Scientists Discover Mysterious Radio Signal Coming From Our Galaxy

If 2020 ended on a cliffhanger where an alien life form gets in contact with us Earthlings, would you really be surprised at this point? New radio signals are being detected within our galaxy but they're coming and going a little too quickly for astronomers to determine what exactly they are and where exactly they are coming from. However, the origin of these new radio signals is keeping alien technology as a possibility. At this point, wouldn't it just make sense if a life form from another planet just reached out to say, "Hello!" in the final episode of Earth in this wild year?

This news comes from the Independent, reporting that these short bursts of radio signals "are so short, unpredictable, and originate far away." It is possible that these signals are coming from dying stars but, as some looking for a final bit of excitement this year will hope, they could also be from "alien technology."

The fast radio bursts, also known as FRBs, come and go in a fraction of a second. "There’s this great mystery as to what would produce these great outbursts of energy, which until now we’ve seen coming from halfway across the universe,” says Kiyoshi Masui, assistant professor of physics at MIT, who led an analysis of the FRB’s brightness. “This is the first time we’ve been able to tie one of these exotic fast radio bursts to a single astrophysical object.”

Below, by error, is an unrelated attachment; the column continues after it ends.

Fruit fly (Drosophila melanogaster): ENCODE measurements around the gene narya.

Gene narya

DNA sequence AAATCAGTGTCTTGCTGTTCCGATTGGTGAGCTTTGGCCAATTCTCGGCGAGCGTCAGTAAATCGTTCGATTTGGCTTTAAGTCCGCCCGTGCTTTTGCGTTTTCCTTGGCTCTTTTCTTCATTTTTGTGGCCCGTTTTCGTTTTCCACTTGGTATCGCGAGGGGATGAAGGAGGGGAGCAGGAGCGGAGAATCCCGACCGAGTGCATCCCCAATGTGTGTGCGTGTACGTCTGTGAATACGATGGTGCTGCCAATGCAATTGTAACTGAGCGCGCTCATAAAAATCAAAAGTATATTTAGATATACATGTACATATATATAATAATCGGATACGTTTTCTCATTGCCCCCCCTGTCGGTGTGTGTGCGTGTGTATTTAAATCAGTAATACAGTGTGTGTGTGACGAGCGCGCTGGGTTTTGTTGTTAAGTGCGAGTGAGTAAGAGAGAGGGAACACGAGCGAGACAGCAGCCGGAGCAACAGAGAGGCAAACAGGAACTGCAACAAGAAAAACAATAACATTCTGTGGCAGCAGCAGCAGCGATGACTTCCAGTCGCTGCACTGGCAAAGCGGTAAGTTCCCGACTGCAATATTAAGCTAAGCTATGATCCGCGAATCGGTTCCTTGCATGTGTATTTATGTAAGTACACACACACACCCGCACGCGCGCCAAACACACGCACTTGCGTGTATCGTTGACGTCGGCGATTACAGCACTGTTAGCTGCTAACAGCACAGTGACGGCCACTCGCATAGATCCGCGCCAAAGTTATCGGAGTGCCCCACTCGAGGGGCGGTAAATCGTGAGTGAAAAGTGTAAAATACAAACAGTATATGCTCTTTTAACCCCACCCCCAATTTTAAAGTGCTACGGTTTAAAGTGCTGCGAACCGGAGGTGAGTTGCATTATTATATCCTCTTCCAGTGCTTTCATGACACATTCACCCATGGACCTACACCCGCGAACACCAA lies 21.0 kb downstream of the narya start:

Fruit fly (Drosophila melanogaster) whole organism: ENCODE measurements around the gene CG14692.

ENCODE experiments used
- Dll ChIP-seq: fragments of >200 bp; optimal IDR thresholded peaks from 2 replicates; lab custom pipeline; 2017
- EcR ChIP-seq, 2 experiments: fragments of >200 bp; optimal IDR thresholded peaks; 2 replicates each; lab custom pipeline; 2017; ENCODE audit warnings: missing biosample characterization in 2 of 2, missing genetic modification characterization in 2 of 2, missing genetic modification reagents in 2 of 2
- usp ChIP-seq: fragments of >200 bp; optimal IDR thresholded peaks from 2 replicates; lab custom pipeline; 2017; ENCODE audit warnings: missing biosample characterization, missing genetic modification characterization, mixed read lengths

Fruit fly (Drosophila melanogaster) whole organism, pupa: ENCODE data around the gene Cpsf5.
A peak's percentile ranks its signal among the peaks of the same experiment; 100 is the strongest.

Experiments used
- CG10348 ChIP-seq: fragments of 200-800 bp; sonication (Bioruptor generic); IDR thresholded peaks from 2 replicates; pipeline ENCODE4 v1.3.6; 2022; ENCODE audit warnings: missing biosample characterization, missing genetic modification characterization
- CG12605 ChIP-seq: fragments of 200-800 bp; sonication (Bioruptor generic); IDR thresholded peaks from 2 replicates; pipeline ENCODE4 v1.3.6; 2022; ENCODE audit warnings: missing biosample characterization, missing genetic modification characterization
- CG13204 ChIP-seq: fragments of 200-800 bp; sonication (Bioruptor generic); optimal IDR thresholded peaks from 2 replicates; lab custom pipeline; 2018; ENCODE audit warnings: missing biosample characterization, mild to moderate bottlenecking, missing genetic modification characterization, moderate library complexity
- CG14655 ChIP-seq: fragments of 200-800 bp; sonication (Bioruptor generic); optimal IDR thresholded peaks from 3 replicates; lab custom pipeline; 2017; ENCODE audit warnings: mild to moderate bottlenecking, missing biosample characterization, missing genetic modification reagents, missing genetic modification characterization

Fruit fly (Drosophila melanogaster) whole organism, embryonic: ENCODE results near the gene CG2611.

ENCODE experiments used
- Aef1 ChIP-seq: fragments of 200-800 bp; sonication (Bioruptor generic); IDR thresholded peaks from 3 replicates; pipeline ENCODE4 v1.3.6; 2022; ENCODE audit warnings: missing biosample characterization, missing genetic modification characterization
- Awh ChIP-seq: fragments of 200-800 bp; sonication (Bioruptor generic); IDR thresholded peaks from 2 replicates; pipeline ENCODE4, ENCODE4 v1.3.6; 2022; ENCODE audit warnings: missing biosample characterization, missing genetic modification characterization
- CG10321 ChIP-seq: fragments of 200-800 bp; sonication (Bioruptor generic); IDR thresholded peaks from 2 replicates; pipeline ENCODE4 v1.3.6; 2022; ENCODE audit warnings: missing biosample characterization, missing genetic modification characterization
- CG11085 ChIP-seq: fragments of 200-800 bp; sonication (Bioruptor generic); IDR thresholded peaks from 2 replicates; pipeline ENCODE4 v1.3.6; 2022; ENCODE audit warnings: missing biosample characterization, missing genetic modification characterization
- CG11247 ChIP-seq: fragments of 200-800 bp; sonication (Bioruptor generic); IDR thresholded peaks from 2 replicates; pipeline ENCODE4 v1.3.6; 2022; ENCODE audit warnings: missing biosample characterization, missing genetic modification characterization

The first detection began on April 27 of this year. Researchers using two space telescopes pickd up multiple X-ray and gamma-ray emissions coming from a magnetar at the other end of our galaxy. A magnetar is a type of neuron star which is believed to have a powerful magnetic field. The researchers observed the same area again the next day, catching the blast and dubbing it FRB 200428.

"We calculated that such an intense burst coming from another galaxy would be indistinguishable from some fast radio bursts, so this really gives weight to the theory suggesting that magnetars could be behind at least some FRBs," said Pragya Chawla, one of the co-authors on a 2007 study and a senior PhD student in the Physics Department at McGill.


Ultimately, much is unknown about the FRB and if it turns out to be a magnetar, astronomers will have more questions about how it sent out such powerful, bright, and unusual bursts of energy and X-ray emissions at the same time.

(Photo: Halil Sagirkaya/Anadolu Agency via Getty Images)